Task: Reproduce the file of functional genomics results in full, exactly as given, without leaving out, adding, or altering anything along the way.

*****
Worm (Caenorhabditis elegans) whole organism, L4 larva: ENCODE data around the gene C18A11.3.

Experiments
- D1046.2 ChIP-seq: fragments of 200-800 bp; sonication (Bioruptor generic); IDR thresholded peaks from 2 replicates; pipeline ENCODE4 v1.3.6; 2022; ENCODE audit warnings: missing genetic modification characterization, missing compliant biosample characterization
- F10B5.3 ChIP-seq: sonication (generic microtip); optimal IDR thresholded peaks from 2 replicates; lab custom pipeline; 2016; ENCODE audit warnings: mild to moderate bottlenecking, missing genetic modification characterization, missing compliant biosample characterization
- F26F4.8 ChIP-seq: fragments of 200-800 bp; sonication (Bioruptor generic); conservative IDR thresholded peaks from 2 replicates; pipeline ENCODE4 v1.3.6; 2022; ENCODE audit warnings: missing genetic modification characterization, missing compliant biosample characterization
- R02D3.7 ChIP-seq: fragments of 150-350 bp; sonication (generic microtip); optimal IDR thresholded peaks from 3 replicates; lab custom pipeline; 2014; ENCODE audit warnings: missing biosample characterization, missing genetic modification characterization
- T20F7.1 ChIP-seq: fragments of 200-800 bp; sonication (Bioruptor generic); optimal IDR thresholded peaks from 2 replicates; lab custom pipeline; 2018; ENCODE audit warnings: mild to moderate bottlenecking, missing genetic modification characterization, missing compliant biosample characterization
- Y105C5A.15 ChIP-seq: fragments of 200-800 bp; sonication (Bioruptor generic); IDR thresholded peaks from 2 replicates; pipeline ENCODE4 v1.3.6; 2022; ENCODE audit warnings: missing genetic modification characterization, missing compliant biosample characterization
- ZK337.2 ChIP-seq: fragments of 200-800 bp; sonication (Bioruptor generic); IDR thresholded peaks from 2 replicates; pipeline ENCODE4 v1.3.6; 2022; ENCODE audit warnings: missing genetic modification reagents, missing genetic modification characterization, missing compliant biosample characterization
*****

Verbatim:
Worm (Caenorhabditis elegans) whole organism, L4 larva: ENCODE data around the gene C18A11.3.

Experiments
- D1046.2 ChIP-seq: fragments of 200-800 bp; sonication (Bioruptor generic); IDR thresholded peaks from 2 replicates; pipeline ENCODE4 v1.3.6; 2022; ENCODE audit warnings: missing genetic modification characterization, missing compliant biosample characterization
- F10B5.3 ChIP-seq: sonication (generic microtip); optimal IDR thresholded peaks from 2 replicates; lab custom pipeline; 2016; ENCODE audit warnings: mild to moderate bottlenecking, missing genetic modification characterization, missing compliant biosample characterization
- F26F4.8 ChIP-seq: fragments of 200-800 bp; sonication (Bioruptor generic); conservative IDR thresholded peaks from 2 replicates; pipeline ENCODE4 v1.3.6; 2022; ENCODE audit warnings: missing genetic modification characterization, missing compliant biosample characterization
- R02D3.7 ChIP-seq: fragments of 150-350 bp; sonication (generic microtip); optimal IDR thresholded peaks from 3 replicates; lab custom pipeline; 2014; ENCODE audit warnings: missing biosample characterization, missing genetic modification characterization
- T20F7.1 ChIP-seq: fragments of 200-800 bp; sonication (Bioruptor generic); optimal IDR thresholded peaks from 2 replicates; lab custom pipeline; 2018; ENCODE audit warnings: mild to moderate bottlenecking, missing genetic modification characterization, missing compliant biosample characterization
- Y105C5A.15 ChIP-seq: fragments of 200-800 bp; sonication (Bioruptor generic); IDR thresholded peaks from 2 replicates; pipeline ENCODE4 v1.3.6; 2022; ENCODE audit warnings: missing genetic modification characterization, missing compliant biosample characterization
- ZK337.2 ChIP-seq: fragments of 200-800 bp; sonication (Bioruptor generic); IDR thresholded peaks from 2 replicates; pipeline ENCODE4 v1.3.6; 2022; ENCODE audit warnings: missing genetic modification reagents, missing genetic modification characterization, missing compliant biosample characterization